Friday, February 17, 2006

The Democrats must not allow a biography gap

Accidents will happen, but as any Freudian will tell you, there are accidents, and then there are self-destructive moments when you unconsciously conspire with Fate, circumstance, a few beers, and a shot gun to reveal the whole of your twisted inner psyche to the world as if seized by a heavenly desire to stand on the Salem scaffold, confess it all, and show the assembled congregation the great big scarlet A on your chest.

A for Asshole.

Dick Cheney appears to have had one of those accidents. Over the last week everything rotten, seamy, dangerous, and threatening in his character seems to have summed itself up in one perfect, symbolic story. The fable of his life has been written and you'd think that from here on out, wherever he goes, he will be held in the universal contempt he's so determinedly earned. But probably not. I think he may get away with it.

The story is just too good a story.

As I said, everything rotten about Cheney has been on display all week. His arrogance, his hypocrisy, his innate dishonesty, his sense of entitlement, his swaggering certainty that the laws as written do not apply to him, he can obey them to whatever degree he feels like, and the police as his personal flunkeys will bow and scrape and follow his orders. His carelessness about others, his placing of his self-regard and reputation above another man's life. The circumstances that set up the accident show up the material corruption of the man. Canned hunts are the most childish, wasteful, and brutal way for a spoiled rich man to indulge himself. My god, if you can't think of a better method for throwing away your money, then just keep it in the vault and go down and count it in the dark every night, at least that's a form of avarice that pays homage to the virtue of thrift.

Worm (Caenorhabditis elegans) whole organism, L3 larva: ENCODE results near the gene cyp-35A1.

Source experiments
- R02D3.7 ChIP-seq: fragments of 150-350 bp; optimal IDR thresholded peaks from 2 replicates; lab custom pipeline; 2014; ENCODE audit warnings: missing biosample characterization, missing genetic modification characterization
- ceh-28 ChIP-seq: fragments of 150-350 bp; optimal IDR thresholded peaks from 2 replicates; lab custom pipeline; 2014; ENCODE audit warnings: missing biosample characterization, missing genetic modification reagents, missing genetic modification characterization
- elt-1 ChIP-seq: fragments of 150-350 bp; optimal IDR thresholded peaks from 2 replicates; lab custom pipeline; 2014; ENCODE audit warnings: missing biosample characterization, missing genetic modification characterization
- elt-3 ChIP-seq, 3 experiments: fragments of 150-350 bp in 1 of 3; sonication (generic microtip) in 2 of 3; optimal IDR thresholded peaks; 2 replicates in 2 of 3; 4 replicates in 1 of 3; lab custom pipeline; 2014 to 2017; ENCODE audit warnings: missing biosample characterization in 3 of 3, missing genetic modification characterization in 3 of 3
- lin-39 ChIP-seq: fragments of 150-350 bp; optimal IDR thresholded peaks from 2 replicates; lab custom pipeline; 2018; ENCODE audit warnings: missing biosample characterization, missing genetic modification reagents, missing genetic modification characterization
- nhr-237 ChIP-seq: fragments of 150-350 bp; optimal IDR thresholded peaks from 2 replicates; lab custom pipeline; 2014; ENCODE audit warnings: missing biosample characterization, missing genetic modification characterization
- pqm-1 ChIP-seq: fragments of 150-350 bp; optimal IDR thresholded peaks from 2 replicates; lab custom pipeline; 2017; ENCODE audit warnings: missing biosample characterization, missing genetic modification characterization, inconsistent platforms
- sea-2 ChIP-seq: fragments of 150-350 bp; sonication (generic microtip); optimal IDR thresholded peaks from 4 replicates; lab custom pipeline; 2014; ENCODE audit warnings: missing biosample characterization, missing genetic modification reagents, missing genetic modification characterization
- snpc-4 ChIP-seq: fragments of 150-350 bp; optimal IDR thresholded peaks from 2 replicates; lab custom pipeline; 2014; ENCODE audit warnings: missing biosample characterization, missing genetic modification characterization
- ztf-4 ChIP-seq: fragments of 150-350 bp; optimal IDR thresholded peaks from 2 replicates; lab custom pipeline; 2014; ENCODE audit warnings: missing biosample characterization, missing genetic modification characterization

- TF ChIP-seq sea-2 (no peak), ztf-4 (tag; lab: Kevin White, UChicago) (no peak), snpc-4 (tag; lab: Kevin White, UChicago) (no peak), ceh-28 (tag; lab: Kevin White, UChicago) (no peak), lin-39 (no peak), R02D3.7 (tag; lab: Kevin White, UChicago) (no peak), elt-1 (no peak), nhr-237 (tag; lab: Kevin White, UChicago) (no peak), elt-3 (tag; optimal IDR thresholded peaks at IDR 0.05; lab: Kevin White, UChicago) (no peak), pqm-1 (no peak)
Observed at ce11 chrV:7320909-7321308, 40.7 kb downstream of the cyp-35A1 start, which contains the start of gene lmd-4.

It's all perfect, in the way perfect stories are perfect. Chekhov couldn't have written one more revealing, although he came spookily close.

But that's the trouble. People love good stories and they react to the true ones with the same excitement and sympathy with which they react to the made up ones. We love stories for the way they entertain us, but we also love them for the lessons we learn from them, and the best stories all teach the same thing, that human beings are flawed and weak and deserve understanding and pity. They encourage tolerance and foregiveness.

The story of the shooting shows up Dick Cheney as a rotten human being. But it shows him as a human being. He's easier to hate as an abstraction.

We can despise someone and sympathize with him.

I don't know what will come of all this. I think that those of us to whom Cheney is a clear-cut villain might very well wind up as frustrated as the Clinton haters who were sure that Monica would be the end of Bill. The Lewinsky Scandal was another great story---I'm still surprised there's been no good novel written about it yet.---and Monica and Bill turned out to be sympathetic characters. Ken Starr made a convincing villain.

I don't know if Cheney will be saved by the story that should damn him, but this has me thinking about one of the problems Democrats have. Republicans these days seem to make better stories.

I don't mean that they are better at telling stories, which they are, as many a blogger and pundit has pointed out.

I mean that their lives make for better stories.

Not because they're better people. Just the opposite. But flawed, weak, sinful, and vice-ridden people are more interesting characters.

I'll have to expand on this idea later.

For now, to put it simply, look at the comparative biographies of George Bush and John Kerry.

George Bush's biography makes a great story---with a terrible moral. It's still a fascinating story, full of chills, thrills, and suspense---How much more harm can the man do?

But after his days leading the Vietnam Vets against the War, when he settled down to his career as a lawyer and politician, John Kerry's biography makes...

A great resume.

Cross posted at Ezra Klein's place.


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